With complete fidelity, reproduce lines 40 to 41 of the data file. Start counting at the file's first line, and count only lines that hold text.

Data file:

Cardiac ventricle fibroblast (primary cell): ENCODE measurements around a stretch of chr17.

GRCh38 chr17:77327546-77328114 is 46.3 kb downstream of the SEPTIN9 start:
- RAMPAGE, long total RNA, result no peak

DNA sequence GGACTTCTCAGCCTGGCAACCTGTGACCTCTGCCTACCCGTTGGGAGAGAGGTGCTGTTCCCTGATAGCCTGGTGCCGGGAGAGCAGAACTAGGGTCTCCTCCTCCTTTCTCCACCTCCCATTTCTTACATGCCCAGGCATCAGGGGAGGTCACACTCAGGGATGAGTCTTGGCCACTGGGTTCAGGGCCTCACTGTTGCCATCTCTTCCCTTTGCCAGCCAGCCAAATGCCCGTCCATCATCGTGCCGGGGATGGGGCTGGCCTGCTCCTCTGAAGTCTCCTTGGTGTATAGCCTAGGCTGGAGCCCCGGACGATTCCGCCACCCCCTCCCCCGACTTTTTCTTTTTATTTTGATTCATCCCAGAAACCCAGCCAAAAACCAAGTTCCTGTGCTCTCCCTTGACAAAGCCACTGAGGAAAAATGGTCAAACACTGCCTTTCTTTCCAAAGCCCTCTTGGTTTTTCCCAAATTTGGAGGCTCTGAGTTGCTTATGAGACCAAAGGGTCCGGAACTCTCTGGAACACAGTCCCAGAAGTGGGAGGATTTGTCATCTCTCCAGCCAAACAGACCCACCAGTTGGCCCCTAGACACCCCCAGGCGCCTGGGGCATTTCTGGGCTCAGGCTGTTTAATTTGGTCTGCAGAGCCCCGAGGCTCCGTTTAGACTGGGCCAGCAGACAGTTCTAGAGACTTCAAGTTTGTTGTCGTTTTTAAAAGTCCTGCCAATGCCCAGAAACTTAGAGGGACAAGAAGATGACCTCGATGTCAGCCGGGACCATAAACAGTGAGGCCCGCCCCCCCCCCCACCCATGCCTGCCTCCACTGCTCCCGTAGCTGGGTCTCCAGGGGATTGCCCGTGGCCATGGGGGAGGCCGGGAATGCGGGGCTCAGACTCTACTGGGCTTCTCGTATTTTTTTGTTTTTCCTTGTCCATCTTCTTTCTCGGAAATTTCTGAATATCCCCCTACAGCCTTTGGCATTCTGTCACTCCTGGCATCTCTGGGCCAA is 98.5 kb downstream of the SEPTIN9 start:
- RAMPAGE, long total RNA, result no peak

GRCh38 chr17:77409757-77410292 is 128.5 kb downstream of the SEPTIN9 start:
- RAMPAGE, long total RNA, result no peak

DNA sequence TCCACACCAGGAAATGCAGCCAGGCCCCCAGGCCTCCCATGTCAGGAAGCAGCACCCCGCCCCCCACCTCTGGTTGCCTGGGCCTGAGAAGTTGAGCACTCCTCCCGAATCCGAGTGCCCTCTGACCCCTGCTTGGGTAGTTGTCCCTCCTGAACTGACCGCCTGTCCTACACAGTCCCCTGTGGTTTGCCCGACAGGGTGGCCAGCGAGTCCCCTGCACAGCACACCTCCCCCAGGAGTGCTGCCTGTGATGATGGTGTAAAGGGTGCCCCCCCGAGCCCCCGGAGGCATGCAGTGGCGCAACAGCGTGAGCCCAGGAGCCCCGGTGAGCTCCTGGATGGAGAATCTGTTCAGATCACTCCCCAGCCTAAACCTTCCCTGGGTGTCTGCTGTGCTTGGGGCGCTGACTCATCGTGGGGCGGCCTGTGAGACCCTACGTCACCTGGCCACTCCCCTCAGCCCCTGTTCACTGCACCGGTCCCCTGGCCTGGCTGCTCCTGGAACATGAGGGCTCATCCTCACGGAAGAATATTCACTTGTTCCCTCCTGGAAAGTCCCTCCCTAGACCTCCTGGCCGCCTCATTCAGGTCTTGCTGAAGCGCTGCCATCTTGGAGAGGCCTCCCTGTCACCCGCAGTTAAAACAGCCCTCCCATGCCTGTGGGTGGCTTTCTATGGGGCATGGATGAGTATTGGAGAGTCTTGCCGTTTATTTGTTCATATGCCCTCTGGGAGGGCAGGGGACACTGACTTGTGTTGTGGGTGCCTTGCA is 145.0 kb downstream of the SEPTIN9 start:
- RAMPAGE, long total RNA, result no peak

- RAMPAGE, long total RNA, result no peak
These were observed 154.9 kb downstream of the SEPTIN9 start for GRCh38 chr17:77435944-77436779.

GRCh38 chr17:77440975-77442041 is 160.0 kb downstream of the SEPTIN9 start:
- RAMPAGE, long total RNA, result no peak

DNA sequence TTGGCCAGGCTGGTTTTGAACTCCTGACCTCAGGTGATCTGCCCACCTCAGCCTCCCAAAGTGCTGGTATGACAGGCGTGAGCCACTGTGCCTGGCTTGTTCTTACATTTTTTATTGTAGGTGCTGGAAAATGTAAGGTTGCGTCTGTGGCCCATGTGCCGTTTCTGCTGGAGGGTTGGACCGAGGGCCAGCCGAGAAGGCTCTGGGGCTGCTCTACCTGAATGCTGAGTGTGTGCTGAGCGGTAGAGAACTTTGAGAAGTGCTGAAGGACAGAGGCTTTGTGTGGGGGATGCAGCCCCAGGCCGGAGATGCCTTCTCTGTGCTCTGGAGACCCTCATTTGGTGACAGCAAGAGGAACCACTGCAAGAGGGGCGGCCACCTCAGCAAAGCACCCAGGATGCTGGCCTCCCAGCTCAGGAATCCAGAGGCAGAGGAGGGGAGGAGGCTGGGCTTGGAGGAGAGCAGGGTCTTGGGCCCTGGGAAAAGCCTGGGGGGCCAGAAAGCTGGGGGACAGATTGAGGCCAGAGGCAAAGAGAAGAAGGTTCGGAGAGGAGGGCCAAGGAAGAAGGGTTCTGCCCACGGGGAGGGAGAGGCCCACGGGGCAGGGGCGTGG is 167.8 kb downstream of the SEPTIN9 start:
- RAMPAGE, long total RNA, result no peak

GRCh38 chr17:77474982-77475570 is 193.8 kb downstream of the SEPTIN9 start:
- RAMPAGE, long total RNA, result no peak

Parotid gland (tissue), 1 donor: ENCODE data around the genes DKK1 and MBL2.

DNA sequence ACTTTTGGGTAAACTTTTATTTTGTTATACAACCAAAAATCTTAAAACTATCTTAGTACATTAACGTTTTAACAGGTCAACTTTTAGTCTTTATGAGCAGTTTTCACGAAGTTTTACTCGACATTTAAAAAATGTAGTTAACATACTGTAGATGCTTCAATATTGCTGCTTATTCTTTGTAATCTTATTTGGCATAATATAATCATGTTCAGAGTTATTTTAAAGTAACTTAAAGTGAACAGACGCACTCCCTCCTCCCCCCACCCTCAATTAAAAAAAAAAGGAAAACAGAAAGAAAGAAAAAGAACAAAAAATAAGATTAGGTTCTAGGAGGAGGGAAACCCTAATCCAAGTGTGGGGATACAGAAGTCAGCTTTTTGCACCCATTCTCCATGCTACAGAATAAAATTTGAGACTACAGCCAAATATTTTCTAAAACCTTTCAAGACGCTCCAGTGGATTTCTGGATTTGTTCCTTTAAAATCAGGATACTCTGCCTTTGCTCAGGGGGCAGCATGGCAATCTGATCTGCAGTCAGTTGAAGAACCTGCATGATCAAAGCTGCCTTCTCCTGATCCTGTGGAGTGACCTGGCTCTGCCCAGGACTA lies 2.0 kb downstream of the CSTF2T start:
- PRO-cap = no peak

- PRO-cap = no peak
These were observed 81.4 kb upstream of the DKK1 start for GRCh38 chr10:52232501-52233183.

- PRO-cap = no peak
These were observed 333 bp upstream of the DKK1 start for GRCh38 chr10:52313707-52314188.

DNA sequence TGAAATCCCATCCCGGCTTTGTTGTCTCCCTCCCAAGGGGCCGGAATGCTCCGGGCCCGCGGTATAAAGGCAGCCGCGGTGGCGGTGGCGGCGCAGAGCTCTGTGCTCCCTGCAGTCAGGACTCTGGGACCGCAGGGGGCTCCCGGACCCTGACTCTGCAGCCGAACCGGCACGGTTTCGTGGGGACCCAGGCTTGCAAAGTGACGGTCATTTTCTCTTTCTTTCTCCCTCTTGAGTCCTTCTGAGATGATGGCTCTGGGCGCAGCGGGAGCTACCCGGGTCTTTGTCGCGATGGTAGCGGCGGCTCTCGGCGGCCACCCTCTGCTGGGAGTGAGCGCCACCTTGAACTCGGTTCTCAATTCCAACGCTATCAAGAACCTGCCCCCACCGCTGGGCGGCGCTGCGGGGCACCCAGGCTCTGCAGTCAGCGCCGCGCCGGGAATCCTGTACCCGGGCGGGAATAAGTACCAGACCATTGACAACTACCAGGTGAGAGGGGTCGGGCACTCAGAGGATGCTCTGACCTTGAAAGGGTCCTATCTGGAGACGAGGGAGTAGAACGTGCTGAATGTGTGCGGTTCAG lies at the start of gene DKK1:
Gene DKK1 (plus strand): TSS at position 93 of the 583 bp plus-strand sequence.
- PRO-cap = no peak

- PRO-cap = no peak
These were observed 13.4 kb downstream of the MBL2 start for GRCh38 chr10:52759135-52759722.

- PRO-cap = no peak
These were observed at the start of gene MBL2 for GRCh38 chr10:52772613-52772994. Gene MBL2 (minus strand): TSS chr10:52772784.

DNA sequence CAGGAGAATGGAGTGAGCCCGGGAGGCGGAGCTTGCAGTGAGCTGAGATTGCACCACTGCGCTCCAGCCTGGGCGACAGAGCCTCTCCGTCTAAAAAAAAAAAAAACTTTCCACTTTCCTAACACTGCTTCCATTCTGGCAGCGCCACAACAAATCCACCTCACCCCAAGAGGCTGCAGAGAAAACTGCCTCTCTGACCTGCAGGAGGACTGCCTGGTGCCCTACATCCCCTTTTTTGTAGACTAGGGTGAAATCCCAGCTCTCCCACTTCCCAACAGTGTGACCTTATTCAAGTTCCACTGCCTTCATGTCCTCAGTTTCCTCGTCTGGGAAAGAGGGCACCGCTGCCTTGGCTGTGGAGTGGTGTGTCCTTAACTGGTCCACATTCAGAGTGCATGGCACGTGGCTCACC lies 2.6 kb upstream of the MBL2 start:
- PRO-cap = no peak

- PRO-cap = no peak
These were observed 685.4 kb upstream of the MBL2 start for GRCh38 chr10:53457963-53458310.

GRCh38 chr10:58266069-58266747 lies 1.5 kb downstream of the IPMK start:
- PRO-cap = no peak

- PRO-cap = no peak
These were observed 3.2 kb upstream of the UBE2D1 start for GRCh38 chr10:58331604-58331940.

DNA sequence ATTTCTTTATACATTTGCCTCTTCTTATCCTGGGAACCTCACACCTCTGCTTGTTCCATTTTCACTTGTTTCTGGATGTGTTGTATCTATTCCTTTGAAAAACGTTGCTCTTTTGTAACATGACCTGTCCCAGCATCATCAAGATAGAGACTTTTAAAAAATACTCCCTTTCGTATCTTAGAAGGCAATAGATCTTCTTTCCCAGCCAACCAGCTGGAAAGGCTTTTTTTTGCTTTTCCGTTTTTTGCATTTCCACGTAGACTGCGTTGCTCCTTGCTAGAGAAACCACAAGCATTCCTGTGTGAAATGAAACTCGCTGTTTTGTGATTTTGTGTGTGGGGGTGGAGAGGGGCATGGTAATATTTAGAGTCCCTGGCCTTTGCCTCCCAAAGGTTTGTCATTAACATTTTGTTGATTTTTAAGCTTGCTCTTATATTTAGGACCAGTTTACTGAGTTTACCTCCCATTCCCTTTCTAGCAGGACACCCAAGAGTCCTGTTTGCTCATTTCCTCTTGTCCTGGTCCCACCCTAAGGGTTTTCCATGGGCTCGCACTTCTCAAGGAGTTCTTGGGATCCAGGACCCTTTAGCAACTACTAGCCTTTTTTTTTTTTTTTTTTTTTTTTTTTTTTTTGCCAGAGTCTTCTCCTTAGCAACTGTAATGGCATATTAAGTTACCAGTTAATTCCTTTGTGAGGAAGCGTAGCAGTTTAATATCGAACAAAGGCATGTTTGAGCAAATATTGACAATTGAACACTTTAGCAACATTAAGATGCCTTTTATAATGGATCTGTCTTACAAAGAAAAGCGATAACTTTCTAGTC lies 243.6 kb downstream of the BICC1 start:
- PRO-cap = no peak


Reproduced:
DNA sequence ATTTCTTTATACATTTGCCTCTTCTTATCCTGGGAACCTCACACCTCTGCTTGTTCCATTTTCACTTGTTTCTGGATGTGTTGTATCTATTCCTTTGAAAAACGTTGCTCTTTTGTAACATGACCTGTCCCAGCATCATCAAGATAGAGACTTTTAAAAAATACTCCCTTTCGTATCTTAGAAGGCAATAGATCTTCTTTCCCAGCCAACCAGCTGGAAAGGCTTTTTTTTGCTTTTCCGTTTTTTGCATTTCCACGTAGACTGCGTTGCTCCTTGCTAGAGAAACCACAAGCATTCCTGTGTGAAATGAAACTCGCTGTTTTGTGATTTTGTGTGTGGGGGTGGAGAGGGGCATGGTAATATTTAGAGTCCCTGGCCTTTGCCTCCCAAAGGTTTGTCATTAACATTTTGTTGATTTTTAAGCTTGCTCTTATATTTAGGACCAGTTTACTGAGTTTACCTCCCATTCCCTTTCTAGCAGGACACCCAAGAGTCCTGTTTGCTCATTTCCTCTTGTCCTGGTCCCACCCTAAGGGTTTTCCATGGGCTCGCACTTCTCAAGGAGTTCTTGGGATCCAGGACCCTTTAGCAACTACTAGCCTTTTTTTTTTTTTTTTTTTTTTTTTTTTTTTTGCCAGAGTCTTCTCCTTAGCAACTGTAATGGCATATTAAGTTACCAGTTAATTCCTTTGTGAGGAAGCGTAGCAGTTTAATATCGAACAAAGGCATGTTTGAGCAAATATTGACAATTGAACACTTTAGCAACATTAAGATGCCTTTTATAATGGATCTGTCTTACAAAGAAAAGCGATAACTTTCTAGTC lies 243.6 kb downstream of the BICC1 start:
- PRO-cap = no peak